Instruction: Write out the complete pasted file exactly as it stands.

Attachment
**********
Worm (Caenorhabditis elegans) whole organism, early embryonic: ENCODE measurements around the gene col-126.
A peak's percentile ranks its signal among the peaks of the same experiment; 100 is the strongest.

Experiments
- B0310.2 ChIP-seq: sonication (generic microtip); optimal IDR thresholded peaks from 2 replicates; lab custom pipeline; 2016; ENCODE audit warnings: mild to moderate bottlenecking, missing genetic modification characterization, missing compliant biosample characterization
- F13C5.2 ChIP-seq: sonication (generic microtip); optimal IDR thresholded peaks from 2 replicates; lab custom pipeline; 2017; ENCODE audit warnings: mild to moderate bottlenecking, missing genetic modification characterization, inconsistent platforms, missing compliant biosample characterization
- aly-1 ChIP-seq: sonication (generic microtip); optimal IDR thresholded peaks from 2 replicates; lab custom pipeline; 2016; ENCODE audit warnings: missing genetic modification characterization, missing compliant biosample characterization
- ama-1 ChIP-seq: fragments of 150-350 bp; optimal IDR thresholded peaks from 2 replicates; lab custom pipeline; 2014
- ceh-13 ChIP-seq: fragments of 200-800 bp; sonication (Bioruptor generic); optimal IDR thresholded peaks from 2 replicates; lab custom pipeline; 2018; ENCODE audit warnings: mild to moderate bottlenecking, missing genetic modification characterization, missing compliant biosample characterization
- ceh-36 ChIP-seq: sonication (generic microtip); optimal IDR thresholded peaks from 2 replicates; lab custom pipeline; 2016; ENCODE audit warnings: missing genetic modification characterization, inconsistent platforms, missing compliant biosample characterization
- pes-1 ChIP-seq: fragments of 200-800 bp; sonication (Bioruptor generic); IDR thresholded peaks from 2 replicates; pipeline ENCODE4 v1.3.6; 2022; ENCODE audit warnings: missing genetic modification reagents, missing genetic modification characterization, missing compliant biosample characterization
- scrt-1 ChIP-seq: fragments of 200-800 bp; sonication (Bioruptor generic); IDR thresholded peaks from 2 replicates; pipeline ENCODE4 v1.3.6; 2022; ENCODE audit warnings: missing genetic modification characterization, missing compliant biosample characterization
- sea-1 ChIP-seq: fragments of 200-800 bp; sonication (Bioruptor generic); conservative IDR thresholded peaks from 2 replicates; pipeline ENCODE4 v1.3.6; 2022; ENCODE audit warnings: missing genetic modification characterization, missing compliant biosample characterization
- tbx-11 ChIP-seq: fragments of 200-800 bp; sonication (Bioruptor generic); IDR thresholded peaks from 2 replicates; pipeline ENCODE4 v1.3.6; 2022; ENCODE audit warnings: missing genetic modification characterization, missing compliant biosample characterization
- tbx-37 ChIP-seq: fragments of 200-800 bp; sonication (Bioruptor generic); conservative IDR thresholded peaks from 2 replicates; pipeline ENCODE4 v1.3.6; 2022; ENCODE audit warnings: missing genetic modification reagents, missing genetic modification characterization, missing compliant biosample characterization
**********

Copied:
Worm (Caenorhabditis elegans) whole organism, early embryonic: ENCODE measurements around the gene col-126.
A peak's percentile ranks its signal among the peaks of the same experiment; 100 is the strongest.

Experiments
- B0310.2 ChIP-seq: sonication (generic microtip); optimal IDR thresholded peaks from 2 replicates; lab custom pipeline; 2016; ENCODE audit warnings: mild to moderate bottlenecking, missing genetic modification characterization, missing compliant biosample characterization
- F13C5.2 ChIP-seq: sonication (generic microtip); optimal IDR thresholded peaks from 2 replicates; lab custom pipeline; 2017; ENCODE audit warnings: mild to moderate bottlenecking, missing genetic modification characterization, inconsistent platforms, missing compliant biosample characterization
- aly-1 ChIP-seq: sonication (generic microtip); optimal IDR thresholded peaks from 2 replicates; lab custom pipeline; 2016; ENCODE audit warnings: missing genetic modification characterization, missing compliant biosample characterization
- ama-1 ChIP-seq: fragments of 150-350 bp; optimal IDR thresholded peaks from 2 replicates; lab custom pipeline; 2014
- ceh-13 ChIP-seq: fragments of 200-800 bp; sonication (Bioruptor generic); optimal IDR thresholded peaks from 2 replicates; lab custom pipeline; 2018; ENCODE audit warnings: mild to moderate bottlenecking, missing genetic modification characterization, missing compliant biosample characterization
- ceh-36 ChIP-seq: sonication (generic microtip); optimal IDR thresholded peaks from 2 replicates; lab custom pipeline; 2016; ENCODE audit warnings: missing genetic modification characterization, inconsistent platforms, missing compliant biosample characterization
- pes-1 ChIP-seq: fragments of 200-800 bp; sonication (Bioruptor generic); IDR thresholded peaks from 2 replicates; pipeline ENCODE4 v1.3.6; 2022; ENCODE audit warnings: missing genetic modification reagents, missing genetic modification characterization, missing compliant biosample characterization
- scrt-1 ChIP-seq: fragments of 200-800 bp; sonication (Bioruptor generic); IDR thresholded peaks from 2 replicates; pipeline ENCODE4 v1.3.6; 2022; ENCODE audit warnings: missing genetic modification characterization, missing compliant biosample characterization
- sea-1 ChIP-seq: fragments of 200-800 bp; sonication (Bioruptor generic); conservative IDR thresholded peaks from 2 replicates; pipeline ENCODE4 v1.3.6; 2022; ENCODE audit warnings: missing genetic modification characterization, missing compliant biosample characterization
- tbx-11 ChIP-seq: fragments of 200-800 bp; sonication (Bioruptor generic); IDR thresholded peaks from 2 replicates; pipeline ENCODE4 v1.3.6; 2022; ENCODE audit warnings: missing genetic modification characterization, missing compliant biosample characterization
- tbx-37 ChIP-seq: fragments of 200-800 bp; sonication (Bioruptor generic); conservative IDR thresholded peaks from 2 replicates; pipeline ENCODE4 v1.3.6; 2022; ENCODE audit warnings: missing genetic modification reagents, missing genetic modification characterization, missing compliant biosample characterization